Home buying is an incredible blessing and one of the most exciting times of your life. Buying a home should be a joyous occasion, but for so many, it can become a stressful situation. Avoid these 5 mistakes and you’ll find yourself on the side of happiness as you search for your next home.
1. Make sure that you are out of debt first. If you have debt, purchasing a home will slow down your ability to pay it off. In addition to a mortgage, most homeowners spend between 1% and 4% of their home’s value on maintenance and upkeep each year. However, when you’re only paying for rent and rental insurance, you’ll find yourself in a much better place to pay off debt.
2. Pay down 20% of the home. If you do this, you’ll avoid PMI (Private Mortgage Insurance), which can range from .3% to 1.5% of the loan added to your payment each year. PMI is added to your mortgage because it protects the bank, not you. If you don’t own at least 20% of your home, the bank classifies you as a high-risk borrower and requires PMI.
3. Determine how long you will reside in the home. If you aren’t going to live in your new home for at least 3-5 years, buying a home might not be the wisest decision. Even though the market value of the home will increase, any growth will be reduced by realtor fees (3% for each realtor) and repair fees needed to ensure that the property sells for maximum value. Additionally, you will not be able to pay down enough principle on the loan during that time for it to make financial sense.
4. Don’t become house poor. House poor occurs when your mortgage payment makes up a high percentage of your total budget, resulting in little money to do anything else. My wife and I didn’t consider this when we purchased our home, but according to financial experts, the range that you want your house payment to be within is 25%-30% of your after-tax monthly pay. This range may limit your home options, but it also allows you to budget for what’s important: tithing, retirement, college saving, health insurance, life insurance, etc. Don’t sacrifice the important things because you want a slightly nicer house.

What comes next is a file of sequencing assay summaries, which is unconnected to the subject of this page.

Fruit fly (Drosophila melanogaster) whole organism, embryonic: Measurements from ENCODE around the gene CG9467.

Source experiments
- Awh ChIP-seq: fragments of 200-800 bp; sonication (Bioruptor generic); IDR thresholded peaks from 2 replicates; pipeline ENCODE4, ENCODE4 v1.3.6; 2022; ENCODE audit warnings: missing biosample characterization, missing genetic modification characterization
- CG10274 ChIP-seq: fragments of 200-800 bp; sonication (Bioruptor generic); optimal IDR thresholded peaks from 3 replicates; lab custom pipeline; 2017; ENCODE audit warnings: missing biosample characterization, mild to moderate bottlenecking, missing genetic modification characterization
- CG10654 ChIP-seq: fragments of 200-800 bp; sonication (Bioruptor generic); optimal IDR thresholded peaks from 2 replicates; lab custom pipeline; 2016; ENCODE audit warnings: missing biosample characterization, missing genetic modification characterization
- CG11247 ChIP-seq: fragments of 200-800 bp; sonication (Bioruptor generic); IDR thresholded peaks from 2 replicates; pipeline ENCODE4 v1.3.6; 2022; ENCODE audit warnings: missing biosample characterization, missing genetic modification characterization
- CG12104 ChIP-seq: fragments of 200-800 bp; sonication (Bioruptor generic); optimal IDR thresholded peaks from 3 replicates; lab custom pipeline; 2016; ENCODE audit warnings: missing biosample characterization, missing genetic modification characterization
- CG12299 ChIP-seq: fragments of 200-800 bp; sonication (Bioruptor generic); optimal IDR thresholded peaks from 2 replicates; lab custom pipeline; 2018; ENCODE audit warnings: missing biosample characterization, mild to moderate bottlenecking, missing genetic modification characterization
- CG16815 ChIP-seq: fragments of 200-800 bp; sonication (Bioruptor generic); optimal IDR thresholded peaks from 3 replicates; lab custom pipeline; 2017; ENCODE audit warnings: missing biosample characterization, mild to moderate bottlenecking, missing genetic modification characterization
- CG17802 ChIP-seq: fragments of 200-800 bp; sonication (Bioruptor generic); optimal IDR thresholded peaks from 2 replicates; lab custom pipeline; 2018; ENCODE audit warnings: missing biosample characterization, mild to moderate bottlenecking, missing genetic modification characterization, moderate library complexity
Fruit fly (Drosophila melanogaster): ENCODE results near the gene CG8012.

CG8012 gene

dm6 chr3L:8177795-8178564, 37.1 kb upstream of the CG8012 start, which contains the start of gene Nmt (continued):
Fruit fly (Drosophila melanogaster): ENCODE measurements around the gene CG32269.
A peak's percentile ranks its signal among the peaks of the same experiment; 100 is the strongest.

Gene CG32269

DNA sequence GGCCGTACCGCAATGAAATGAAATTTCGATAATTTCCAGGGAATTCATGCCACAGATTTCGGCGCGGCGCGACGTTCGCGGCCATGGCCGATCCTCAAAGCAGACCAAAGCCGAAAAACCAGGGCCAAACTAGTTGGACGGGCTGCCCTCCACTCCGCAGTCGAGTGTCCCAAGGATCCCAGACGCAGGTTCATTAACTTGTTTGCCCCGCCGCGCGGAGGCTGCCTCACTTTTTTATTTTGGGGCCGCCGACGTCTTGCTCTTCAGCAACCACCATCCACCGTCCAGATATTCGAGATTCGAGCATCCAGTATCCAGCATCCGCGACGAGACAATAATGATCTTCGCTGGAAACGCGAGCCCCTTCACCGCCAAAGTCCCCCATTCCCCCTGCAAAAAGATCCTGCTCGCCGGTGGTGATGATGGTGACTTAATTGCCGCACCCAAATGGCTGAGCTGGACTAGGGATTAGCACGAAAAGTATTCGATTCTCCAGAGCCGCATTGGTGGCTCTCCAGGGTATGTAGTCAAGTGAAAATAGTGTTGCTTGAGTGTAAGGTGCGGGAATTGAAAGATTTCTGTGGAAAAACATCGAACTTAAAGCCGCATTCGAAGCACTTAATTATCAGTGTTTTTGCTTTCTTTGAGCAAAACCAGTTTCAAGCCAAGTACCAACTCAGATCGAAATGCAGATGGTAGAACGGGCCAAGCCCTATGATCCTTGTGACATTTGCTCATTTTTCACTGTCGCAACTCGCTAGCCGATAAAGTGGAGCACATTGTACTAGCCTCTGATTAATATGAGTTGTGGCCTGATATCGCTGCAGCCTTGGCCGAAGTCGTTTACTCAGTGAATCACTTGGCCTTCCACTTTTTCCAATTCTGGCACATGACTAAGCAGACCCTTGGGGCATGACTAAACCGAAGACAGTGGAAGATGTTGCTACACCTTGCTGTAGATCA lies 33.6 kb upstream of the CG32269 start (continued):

5. Don’t finance furniture or appliances. I’m cringing as I write this because I was the guy that felt like I NEEDED to have that refrigerator with a TV on it. After all, it was going to be life-changing. It also had Pinterest and cameras within the fridge that let us know what we had inside. Pretty cool right? Necessary? No. I also financed an expensive security system alongside that and racked up $3,000 in credit card debt in a matter of 5 minutes. Now I’m not saying that it’s wrong to have nice things, but if you’re going to buy them, pay cash or save for them. Financing appliances or furniture is never a good option, even if they offer you a 90 days "same as cash" deal or a 12-month, 0% financing option. Companies use these deals to their advantage. If you think you’re going to outsmart billion-dollar companies by being an out of the ordinary borrower, know that history isn’t on your side. I know it’s tempting to purchase luxury items on credit, but it’s not worth putting your financial future at risk.
I hope this list encourages you to be intentional in how you approach buying a home. Using the Lord's provisions to purchase a home should be a blessing, but it requires wisdom and good stewardship on the part of the homeowner to keep it from becoming a curse.